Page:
Partner freezing and starving on street? Should have got married (a true statement, by the way, from the practical point of view). In the end, another family member had to take over the liabilities, with no certainty as to when repayment would be made – and was still bankrolling the whole shooting match three months down the line, which is about average for a “simple” estate.

We had numberless letters, all apparently from the same computer – it’s probably called Deep Sympathy – saying “sorry for your loss, sincere condolences, send us a death certificate, get probate, bye for now”. Quite a number also appeared to say in effect “you can’t have the information you need to get probate until you’ve got probate”. If I were to offer one piece of advice to the first-timer, it would be to get ten copies of the certificate when you register the death: you will need them all.

And you’ll need a lawyer, an accountant, an efficient and friendly estate agent, plus someone to value all Fred’s stuff (not Uncle Bob, however kindly his offer may be meant) and someone else, probably another accountant, to value Fred’s business, all to be appointed with less time to assess the choices than you’d spend in the supermarket wine section on Friday evening. Get them lined up in advance if you can. To my great good fortune, my co-executor is a marvel of energy, practicality and good humour.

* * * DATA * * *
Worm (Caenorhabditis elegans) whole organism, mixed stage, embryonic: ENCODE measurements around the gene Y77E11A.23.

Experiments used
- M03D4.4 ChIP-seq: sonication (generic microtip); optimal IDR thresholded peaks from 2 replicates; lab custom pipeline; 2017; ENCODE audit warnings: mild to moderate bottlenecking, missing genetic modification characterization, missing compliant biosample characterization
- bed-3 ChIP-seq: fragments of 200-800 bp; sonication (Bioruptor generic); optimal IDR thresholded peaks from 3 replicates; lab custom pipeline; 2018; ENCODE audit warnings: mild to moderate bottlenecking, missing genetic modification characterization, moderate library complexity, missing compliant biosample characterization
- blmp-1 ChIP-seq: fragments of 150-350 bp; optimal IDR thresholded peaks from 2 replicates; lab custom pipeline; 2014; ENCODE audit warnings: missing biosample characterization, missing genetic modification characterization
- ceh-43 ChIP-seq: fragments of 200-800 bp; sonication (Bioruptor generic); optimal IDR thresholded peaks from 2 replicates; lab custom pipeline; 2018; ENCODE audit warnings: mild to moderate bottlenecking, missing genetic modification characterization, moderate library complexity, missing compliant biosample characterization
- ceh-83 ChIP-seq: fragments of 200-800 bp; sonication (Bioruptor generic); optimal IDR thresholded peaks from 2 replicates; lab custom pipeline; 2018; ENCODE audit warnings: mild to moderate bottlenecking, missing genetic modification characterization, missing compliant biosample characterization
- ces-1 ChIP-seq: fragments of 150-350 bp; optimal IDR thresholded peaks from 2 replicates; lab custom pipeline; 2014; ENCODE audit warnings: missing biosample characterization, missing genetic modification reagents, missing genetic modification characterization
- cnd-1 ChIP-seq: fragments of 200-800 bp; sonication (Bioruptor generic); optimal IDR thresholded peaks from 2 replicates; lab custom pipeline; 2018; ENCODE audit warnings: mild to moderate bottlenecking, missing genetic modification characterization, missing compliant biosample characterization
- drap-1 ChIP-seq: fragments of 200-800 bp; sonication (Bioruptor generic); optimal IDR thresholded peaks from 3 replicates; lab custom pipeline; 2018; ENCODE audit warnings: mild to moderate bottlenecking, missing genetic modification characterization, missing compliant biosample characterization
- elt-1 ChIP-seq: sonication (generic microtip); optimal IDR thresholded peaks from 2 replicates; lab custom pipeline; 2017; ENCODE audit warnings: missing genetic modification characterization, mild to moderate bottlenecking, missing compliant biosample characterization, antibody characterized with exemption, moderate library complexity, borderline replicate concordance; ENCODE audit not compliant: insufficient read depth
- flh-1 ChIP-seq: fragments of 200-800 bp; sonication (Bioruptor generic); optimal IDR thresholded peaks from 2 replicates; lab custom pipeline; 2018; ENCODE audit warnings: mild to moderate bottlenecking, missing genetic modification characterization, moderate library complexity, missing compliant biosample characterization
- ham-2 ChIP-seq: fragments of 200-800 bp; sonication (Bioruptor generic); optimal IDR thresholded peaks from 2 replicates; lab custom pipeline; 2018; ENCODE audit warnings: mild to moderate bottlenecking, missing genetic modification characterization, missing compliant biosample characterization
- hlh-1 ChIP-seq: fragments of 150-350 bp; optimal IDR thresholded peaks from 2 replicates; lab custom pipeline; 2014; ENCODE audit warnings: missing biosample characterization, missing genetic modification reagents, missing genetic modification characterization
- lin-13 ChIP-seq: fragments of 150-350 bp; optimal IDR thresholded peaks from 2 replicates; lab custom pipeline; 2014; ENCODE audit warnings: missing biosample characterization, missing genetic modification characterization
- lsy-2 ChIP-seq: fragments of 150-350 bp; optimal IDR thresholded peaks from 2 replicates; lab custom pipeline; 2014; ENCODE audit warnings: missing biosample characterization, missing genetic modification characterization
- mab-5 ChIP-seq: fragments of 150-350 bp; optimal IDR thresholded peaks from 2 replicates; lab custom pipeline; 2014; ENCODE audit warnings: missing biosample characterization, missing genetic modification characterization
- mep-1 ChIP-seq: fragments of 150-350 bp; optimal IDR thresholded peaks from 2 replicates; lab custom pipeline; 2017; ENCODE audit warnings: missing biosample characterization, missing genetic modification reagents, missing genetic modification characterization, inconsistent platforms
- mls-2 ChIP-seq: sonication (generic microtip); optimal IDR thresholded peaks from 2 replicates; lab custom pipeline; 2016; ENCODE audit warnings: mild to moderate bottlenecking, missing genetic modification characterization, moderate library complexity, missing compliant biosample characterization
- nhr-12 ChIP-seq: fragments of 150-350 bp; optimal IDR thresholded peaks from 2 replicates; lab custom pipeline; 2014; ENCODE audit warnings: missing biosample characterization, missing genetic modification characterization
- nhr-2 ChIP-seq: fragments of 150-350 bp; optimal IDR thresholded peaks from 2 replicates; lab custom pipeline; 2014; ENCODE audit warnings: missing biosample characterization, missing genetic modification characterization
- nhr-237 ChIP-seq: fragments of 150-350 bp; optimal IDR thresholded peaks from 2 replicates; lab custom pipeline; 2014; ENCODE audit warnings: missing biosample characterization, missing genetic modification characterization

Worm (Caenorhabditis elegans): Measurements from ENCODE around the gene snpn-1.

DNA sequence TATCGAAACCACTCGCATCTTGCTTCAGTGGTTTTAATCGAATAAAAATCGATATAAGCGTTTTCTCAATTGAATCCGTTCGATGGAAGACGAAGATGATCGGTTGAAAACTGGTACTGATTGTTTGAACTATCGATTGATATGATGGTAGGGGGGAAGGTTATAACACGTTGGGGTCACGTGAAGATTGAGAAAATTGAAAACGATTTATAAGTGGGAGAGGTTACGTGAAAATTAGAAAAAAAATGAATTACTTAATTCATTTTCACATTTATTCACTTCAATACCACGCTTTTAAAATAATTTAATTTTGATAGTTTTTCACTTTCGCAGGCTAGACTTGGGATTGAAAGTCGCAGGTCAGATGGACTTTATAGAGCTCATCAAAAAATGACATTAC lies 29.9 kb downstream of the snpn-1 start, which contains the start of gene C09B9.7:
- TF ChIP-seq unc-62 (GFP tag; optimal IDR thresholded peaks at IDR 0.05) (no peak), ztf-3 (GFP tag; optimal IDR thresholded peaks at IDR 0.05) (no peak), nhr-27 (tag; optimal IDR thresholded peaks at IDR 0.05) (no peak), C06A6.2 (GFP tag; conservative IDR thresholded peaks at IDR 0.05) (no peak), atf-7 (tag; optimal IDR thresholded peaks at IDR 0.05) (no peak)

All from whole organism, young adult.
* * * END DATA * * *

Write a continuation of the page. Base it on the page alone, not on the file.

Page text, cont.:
This is, of course, to say nothing of tracking down all the insurance companies, building societies, credit cards, shop accounts, club memberships and charities of which a modern urban life is composed – and this is for someone who had, as he thought, left his affairs in good order?. It is also to say nothing of those with an eye to the main chance: we had a little sweepstake about who it would be who first asked “oh, by the way, am I in the will?” The stress is extraordinary.

But it could have been different! Fred had started using, at the end of his life, the website www.lastingpost.com. This service is specifically aimed at helping people to plan for their own demise or to deal with someone else’s, helping individuals to express their wishes and greatly reducing the burden on those left behind.

There is a section for those who want to give formal instructions and express wishes in respect of their own death, whether untimely and sudden, after a long illness or in old age. The topics range from legal and financial issues, who to be informed, personal and business, account numbers, contact names, and so on, to the details of funeral arrangements, for example.

Another section goes into the legal and red tape side, but also pays attention to the emotional side. It is, I believe – and I must declare an interest, having become involved, on a voluntary basis – the only site providing all this diverse material in one place.

Even the elements of the site that Fred had got round to using made our task easier in many ways, not least the avoidance of some of the arguments about “what he would have wanted.” Asked again to be someone’s executor, I would say “yes” again – on condition they use Lasting Post.